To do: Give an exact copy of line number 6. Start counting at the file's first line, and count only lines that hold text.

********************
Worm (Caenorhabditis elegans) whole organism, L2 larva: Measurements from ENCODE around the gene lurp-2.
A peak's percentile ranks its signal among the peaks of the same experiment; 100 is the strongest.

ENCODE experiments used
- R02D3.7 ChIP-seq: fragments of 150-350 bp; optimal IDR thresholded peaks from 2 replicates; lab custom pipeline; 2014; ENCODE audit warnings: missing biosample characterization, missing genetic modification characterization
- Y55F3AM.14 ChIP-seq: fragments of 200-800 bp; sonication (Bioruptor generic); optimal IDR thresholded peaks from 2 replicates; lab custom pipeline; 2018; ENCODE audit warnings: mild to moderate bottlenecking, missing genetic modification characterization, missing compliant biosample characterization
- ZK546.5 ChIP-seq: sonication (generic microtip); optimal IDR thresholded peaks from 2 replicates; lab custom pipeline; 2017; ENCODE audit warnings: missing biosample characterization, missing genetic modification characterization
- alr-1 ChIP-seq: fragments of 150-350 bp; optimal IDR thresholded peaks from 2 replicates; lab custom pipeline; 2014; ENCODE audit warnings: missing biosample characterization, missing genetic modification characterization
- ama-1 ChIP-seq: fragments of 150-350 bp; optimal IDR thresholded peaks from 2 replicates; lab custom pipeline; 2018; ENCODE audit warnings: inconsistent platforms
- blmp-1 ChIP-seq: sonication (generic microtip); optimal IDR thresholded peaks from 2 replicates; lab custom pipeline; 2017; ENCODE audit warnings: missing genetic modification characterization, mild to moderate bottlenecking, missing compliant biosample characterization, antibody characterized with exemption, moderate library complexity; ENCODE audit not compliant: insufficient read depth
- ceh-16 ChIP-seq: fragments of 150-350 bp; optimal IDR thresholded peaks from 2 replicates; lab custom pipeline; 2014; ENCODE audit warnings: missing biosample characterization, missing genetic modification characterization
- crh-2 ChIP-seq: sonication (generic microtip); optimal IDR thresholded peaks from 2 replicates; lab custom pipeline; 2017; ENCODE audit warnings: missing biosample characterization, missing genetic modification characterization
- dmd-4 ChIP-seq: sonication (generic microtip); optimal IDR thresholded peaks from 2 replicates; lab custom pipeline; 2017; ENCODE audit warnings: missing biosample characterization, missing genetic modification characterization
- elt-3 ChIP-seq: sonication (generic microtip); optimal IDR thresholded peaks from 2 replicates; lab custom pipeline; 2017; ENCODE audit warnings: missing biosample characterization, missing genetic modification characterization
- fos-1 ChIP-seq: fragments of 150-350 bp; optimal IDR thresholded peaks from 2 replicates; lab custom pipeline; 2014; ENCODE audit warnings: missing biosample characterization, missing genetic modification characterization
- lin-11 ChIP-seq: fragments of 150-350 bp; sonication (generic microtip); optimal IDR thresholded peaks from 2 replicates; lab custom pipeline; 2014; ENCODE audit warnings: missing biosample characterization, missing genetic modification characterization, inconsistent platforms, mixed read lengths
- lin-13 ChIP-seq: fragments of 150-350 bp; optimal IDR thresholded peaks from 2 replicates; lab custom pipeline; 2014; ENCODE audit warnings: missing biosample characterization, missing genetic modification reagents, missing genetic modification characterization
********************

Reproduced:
- ZK546.5 ChIP-seq: sonication (generic microtip); optimal IDR thresholded peaks from 2 replicates; lab custom pipeline; 2017; ENCODE audit warnings: missing biosample characterization, missing genetic modification characterization